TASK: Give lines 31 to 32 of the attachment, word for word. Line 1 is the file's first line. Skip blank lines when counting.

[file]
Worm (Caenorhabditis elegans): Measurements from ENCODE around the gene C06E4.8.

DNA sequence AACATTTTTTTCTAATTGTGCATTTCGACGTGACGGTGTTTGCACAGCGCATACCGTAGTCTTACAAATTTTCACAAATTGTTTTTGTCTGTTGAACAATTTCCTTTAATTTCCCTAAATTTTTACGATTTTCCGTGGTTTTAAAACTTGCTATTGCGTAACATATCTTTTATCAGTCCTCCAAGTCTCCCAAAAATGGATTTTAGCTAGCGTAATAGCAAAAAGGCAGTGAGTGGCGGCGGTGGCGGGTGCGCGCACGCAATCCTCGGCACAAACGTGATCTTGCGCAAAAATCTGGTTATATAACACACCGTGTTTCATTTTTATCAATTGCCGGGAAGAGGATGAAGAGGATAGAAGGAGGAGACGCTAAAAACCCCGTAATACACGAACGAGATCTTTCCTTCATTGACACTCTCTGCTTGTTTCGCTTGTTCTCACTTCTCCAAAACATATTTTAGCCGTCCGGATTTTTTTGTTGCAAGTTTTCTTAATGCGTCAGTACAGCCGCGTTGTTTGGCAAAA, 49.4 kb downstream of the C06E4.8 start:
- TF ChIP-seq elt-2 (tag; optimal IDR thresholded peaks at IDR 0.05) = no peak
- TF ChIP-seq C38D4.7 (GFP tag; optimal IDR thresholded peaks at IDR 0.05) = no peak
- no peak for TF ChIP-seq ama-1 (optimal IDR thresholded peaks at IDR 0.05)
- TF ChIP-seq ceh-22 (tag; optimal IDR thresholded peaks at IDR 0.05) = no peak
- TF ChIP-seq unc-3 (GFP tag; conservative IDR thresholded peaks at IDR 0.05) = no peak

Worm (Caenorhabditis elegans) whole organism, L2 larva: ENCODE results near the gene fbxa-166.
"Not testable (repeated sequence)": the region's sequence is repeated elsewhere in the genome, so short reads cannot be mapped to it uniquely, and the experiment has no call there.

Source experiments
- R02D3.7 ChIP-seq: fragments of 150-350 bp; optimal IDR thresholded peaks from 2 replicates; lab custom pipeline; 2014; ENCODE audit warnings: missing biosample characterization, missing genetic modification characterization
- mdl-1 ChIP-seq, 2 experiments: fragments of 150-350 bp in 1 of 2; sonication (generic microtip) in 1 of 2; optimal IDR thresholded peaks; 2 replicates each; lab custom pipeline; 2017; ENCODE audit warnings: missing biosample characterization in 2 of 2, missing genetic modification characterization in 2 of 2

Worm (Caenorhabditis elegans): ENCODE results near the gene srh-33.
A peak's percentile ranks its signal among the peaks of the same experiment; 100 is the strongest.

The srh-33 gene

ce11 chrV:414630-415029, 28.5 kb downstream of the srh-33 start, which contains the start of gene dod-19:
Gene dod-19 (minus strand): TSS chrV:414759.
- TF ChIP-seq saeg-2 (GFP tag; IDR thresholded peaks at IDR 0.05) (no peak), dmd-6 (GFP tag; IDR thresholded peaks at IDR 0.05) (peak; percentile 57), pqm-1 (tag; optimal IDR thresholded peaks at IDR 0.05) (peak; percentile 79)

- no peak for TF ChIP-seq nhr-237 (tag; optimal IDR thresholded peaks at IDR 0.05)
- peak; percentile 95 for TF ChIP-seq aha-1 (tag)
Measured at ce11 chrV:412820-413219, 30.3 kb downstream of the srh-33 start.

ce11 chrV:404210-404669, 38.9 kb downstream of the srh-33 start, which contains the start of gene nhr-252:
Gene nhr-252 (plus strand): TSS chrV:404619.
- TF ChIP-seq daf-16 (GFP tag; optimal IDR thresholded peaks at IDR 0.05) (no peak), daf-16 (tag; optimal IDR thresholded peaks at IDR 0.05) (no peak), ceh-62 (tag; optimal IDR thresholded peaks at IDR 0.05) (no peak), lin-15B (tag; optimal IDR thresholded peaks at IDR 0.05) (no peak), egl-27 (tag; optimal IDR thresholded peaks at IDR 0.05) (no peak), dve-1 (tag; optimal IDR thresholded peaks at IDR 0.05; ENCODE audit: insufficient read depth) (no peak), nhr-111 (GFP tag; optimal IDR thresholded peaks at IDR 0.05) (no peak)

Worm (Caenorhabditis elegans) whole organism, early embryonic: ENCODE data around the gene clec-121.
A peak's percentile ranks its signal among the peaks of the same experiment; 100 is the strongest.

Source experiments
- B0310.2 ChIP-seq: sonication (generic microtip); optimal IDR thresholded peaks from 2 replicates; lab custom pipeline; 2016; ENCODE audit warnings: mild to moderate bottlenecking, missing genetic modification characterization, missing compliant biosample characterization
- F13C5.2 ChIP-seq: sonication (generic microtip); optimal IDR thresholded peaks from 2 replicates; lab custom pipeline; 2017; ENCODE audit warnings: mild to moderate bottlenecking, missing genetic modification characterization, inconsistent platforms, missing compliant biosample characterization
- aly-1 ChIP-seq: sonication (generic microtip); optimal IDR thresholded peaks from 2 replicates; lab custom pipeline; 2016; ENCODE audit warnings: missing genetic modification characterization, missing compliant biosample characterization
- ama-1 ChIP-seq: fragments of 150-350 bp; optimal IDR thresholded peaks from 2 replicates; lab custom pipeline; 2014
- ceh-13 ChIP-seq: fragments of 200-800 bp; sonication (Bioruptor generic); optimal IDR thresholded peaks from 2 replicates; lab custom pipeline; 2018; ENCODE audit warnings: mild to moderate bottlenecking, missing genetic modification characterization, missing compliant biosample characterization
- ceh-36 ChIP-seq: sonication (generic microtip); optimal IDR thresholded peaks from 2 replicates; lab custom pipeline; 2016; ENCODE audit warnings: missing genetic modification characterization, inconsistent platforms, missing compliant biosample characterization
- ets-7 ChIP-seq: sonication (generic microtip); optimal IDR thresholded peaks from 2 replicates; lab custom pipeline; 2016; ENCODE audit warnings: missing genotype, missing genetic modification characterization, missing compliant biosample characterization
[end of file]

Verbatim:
- ama-1 ChIP-seq: fragments of 150-350 bp; optimal IDR thresholded peaks from 2 replicates; lab custom pipeline; 2014
- ceh-13 ChIP-seq: fragments of 200-800 bp; sonication (Bioruptor generic); optimal IDR thresholded peaks from 2 replicates; lab custom pipeline; 2018; ENCODE audit warnings: mild to moderate bottlenecking, missing genetic modification characterization, missing compliant biosample characterization